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3 Jun 2022

First-time buyers face race against time to use Help to Buy scheme

Deadline brought forward to 31 October as scheme winds down

The deadline for first-time buyers to use the government's Help to Buy scheme has been brought forward by two months.

Buyers now face a race against time to secure a property with an equity loan before the popular scheme winds down early next year.

Here, we explain why the Help to Buy deadline has changed and offer advice on the pros and cons of buying a home through a government scheme.

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Help to Buy application deadline brought forward

First-time buyers in England looking to use the government's Help to Buy scheme will now need to reserve a property by the end of October - two months sooner than expected.

The scheme will close at the end of March 2023, and it was anticipated that buyers would have until the end of December this year to secure a property. 

Homes England, the body which administers the scheme, says the deadline has been brought forward to October to ensure buyers have enough time to exchange contracts and complete their purchase before the scheme closes. 

Help to Buy: the key dates

If you're considering buying a property using Help to Buy, get these dates in your diary:

  • 31 October 2022, 6pm: this is the final deadline to reserve a home and submit a Property Information Form to your Help to Buy agent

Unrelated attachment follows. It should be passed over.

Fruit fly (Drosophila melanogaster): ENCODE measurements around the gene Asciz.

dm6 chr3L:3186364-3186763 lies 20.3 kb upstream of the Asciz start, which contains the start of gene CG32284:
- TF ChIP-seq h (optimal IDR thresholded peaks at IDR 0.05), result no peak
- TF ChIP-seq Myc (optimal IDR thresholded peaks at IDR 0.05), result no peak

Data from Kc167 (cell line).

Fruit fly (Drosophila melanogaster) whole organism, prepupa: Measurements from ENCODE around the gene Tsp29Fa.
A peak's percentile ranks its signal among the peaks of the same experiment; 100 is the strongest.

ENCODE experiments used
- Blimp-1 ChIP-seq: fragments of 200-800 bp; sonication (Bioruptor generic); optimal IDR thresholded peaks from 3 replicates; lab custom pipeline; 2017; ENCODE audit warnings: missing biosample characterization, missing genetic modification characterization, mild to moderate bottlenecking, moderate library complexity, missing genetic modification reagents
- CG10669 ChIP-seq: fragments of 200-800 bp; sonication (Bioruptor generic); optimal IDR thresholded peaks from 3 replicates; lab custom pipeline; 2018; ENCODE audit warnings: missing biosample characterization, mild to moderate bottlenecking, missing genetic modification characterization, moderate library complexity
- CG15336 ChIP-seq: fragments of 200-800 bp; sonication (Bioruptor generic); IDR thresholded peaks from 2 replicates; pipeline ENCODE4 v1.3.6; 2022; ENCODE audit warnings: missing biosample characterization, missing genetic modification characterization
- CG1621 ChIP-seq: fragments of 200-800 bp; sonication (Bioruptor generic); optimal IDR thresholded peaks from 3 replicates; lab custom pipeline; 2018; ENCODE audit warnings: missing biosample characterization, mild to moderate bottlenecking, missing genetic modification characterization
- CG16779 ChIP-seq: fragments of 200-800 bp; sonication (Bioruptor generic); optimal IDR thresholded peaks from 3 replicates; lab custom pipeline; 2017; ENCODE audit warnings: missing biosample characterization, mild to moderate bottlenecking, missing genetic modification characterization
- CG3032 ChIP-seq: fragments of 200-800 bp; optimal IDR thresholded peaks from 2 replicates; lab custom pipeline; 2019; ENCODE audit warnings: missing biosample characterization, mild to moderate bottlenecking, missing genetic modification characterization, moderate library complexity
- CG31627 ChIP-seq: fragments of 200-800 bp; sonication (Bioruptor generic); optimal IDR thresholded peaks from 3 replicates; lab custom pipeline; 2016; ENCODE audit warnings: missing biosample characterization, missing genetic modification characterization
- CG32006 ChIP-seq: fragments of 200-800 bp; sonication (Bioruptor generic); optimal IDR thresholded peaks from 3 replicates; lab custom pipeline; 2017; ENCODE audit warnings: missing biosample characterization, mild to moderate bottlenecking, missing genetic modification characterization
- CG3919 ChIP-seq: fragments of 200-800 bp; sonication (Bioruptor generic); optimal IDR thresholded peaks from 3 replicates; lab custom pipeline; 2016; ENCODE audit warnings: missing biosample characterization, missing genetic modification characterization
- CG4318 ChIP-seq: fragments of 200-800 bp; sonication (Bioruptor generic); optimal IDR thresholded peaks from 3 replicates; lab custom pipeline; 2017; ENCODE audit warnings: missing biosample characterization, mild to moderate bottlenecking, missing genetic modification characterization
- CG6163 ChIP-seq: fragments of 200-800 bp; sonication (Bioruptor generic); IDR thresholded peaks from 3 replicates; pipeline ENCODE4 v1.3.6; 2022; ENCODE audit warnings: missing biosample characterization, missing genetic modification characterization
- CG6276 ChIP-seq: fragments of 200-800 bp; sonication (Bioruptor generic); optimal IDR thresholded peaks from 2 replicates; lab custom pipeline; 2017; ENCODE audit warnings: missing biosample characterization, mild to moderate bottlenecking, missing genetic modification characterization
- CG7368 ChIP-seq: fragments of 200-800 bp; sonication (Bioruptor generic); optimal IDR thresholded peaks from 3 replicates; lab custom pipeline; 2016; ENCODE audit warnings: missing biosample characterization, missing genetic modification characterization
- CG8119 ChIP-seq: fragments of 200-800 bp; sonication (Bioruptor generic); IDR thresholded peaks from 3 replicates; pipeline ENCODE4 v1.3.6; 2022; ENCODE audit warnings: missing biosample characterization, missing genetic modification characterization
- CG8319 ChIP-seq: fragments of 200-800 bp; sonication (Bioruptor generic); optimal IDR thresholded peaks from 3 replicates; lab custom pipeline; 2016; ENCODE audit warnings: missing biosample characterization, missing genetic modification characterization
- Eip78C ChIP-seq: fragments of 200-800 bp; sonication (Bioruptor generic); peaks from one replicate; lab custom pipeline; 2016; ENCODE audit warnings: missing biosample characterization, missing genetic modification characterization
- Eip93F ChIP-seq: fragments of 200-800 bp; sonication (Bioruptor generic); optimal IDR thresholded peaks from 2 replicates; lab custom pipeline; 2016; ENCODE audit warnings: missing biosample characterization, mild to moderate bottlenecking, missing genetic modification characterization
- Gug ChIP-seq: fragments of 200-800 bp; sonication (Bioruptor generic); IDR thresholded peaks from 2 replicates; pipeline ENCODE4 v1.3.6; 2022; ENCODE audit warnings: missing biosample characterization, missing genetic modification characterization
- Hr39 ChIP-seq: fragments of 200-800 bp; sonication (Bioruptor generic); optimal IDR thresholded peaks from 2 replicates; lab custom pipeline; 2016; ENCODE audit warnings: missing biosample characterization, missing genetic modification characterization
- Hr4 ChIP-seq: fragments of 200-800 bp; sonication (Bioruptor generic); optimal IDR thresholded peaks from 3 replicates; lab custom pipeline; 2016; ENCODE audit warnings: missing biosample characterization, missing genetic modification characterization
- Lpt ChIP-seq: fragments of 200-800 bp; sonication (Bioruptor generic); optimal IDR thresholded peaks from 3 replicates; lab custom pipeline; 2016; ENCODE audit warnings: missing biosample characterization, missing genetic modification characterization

• 31 December 2022: the property you're buying must be ready for practical completion - this means it must be fully built and ready to live in
  • 31 March 2023, 6pm: you must have completed the purchase and moved into your new home. If you don't complete by this date, you won't be able to benefit from an equity loan from the government. 

If a developer won't be able to meet these dates, you should be informed before you commit to buying the property. 

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How does Help to Buy work?

The Help to Buy scheme was launched in England in April 2013. It enables first-time buyers and home-movers to purchase a new-build home with a 5% deposit. 

The government provides an equity loan of up to 20% of the value of the property (40% in London), which is offered interest-free for the first five years.

This allows you to get a mortgage for the remaining 75% (or 55% in London) of the property's purchase price.

Between April 2013 and March 2021, buyers could purchase new homes priced up to £600,000 using the scheme.

In April 2021, however new regional caps were introduced. These ranged from £186,100 in the North East of England to £600,000 in London.

Successes and failures of Help to Buy

Between April 2013 and December 2021, 356,000 homes were bought using the scheme, with 82% going to first-time buyers.

Help to Buy has certainly been successful in terms of sales, but it has repeatedly been accused of plumping up the value of new-build homes.

A Which? investigation in July 2020 found that one-in-seven people who had sold on a Help to Buy home did so for a lower price than what they originally paid.